My Father’s Place documentary in the works

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The original My Father's Place, Roslyn's 1971 nightclub that is the center of an upcoming documentary. (Photo by Steve Rosenfield)

Documentarian Meshakai Wolf finds inspiration in stories where “people are successful in nontypical ways that one wouldn’t expect.”

Few fit this description better than Michael “Eppy” Epstein, the owner and founder of Roslyn’s My Father’s Place, the music venue that gained fame in the 1970s and ‘80s. 

Wolf’s documentary, “Names are BS” is a character story about Epstein that interweaves the legend of the nightclub to illustrate “the unlikely impresario” that Epstein was.

As a music enthusiast, Wolf connected with “Eppy’s desire and passion to bring talent to an area that isn’t New York City.”

While living in Atlanta after attending Emory University, Wolf opened an art gallery and ran his own record label, forming a community where people could be brought together over their shared passion for art.

Epstein brought the same idea to an international level, signing headliners such as the Talking Heads, Bob Marley and Bruce Springsteen.

My Father’s Place was opened in a golden age of music at a time when “milestones were happening by the month,” Wolf said.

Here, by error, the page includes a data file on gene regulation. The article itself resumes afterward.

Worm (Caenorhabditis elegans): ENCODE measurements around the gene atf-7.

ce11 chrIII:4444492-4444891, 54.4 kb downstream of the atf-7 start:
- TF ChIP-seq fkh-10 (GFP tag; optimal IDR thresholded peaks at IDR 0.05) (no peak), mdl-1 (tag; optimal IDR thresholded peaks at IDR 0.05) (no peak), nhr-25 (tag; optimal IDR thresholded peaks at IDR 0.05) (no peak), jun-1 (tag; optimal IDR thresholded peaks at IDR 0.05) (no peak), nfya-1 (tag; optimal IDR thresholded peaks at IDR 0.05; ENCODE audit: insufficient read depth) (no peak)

“Every artist of today names their predecessors from the ‘70s as a musical influence,” he said.

Wolf points to Epstein’s partnership with the radio station WLIR as a catalyst to his success.

“The confluence of the live radio broadcast, the club itself and the era of music boosted My Father’s Place into a star-making machine,” he said.

Work on the documentary was on hold for a period but was rejuvenated with the reopening of the club at the Roslyn Hotel in June.

“A documentary cannot be forced,” said Wolf, “and the reiteration of My Father’s Place gave us the perfect ending to our story.”

Wolf and his team filmed the reopening of the club on June 30 but the film mainly focuses on capturing the nightclub in its heyday.

“It’s important to us to tell this story to younger people who have no idea about the club,” he said.

The production team has been focused on collecting archival material and creating re-enactments to capture “the energy behind live music” in that period.

Wolf encouraged fans to share their recollections of the original My Father’s Place with his team and will try their best to include them in the story.

“For everyone who went to the club, this is their story as well,” he said.

To raise community awareness of the project, Wolf created a Kickstarter campaign that raised $30,000 from 149 donors.

The money will help the team with costs such as vintage photography, archival elements, animation, music research and re-enactments.

It will also help with submission fees for film festivals once the film is completed.

Wolf hopes to premiere the film in New York City or at the Hamptons International Film Festival, but also has sights on HBO or Netflix picking up the film.

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